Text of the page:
Specific earth resistance measurement methods

Industrial installations

pecific earth resistance or earth resistivity is a property of the material that forms the ground at a location, describing the soil’s resistance or conductivity to electrical current. It is generally impossible to determine analytically, since a large number of variables contribute to it. Soil can be composed of different materials. Compactness, humidity and temperature all play a part. Therefore, while it is possible to give an estimation of resistivity based on these features and tables of values, measurement is the only reliable way to determine it.

Specific resistance is generally measured as resistance per unit of the material. In case of soil, a meter (for distance) is an appropriate unit. There are two most commonly used measurement methods: Wenner method and Schlumberger method.

Wenner is possibly the most common. It requires 4 probes or pins set at equal distances, pushed into an equal depth in the soil. This depth should be similar to the expected depth of future grounding system. Outer two probes are connected to current generator while the inner two measure voltage with a high-resistance voltmeter.

The measured resistance RW is used to calculate the resistivity of soil using distances between probes a and depth of probes b.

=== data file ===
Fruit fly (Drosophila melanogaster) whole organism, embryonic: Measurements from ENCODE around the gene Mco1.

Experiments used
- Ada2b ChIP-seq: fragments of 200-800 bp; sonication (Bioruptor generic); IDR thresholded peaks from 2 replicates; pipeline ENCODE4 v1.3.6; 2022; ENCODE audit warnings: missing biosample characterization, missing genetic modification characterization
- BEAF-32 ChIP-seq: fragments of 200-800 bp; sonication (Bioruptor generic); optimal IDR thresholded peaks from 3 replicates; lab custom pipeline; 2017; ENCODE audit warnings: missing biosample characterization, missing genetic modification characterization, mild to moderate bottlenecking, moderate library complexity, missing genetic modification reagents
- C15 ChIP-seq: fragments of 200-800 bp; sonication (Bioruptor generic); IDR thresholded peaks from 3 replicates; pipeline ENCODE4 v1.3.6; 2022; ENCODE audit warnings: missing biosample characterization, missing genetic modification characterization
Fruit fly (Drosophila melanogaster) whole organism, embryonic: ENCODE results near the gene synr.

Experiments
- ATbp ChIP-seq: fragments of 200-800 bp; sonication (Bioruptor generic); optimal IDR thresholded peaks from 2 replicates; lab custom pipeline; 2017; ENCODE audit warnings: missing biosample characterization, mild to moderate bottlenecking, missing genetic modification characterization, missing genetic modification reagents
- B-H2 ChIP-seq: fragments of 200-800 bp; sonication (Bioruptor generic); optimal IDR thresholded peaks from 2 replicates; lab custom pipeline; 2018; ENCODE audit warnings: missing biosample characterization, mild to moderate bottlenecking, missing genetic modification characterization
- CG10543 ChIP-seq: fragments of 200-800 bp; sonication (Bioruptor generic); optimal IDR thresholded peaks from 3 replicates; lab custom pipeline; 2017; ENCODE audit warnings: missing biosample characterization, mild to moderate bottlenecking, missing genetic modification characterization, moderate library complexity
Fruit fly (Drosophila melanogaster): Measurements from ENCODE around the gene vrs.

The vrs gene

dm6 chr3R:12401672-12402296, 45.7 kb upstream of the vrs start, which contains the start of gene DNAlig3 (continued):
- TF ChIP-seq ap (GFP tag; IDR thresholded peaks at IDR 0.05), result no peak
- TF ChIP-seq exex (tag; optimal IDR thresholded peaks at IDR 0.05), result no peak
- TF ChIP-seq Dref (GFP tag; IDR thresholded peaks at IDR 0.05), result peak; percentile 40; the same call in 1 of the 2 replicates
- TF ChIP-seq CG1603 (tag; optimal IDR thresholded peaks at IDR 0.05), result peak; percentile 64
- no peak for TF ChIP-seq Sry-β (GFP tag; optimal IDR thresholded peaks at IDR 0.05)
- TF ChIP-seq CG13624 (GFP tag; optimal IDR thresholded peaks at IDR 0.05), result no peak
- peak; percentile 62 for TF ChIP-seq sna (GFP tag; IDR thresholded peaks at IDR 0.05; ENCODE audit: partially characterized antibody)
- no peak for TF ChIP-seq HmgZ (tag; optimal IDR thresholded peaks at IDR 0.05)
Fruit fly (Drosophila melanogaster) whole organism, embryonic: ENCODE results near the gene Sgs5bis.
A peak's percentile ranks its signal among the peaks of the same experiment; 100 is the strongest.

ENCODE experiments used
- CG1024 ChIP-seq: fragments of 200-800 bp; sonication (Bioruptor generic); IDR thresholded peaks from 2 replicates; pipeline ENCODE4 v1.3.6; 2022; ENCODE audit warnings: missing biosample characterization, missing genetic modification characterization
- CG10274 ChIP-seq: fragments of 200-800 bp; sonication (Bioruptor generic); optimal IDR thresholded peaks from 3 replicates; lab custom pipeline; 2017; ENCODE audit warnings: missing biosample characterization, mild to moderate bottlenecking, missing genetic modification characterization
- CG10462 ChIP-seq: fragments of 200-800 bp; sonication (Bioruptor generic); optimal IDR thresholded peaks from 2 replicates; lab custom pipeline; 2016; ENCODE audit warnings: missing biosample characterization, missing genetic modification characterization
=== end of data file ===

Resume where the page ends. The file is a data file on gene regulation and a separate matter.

If b is small compared to a, it can be reduced to:

Metrel recommends the a to be 20 times higher than b.

Schlumberger method uses uneven distances between the probes: distance between inner voltmeter probes are a, while distance from voltage to current probes is c. Probes’ depth is b.

Similarly, current is injected and voltage measured. Soil resistivity is calculated from the resistance RS.

Metrel offers multiple instruments that can amongst others perform specific earth resistance measurements. MI 3290 Earth Analyser supports calculating both Wenner and Schlumberger methods. It is the most comprehensive instrument for measuring earth resistance with IEEE-81 methods and more. MI 3295 Step and touch system only supports the Wenner method. It is the more powerful instrument with fewer functions, applicable to large systems. MI 3155, the installation tester, supports the Wenner method as well. It is amongst the most multifunctional testers in the Metrel portfolio and a great choice for industrial locations.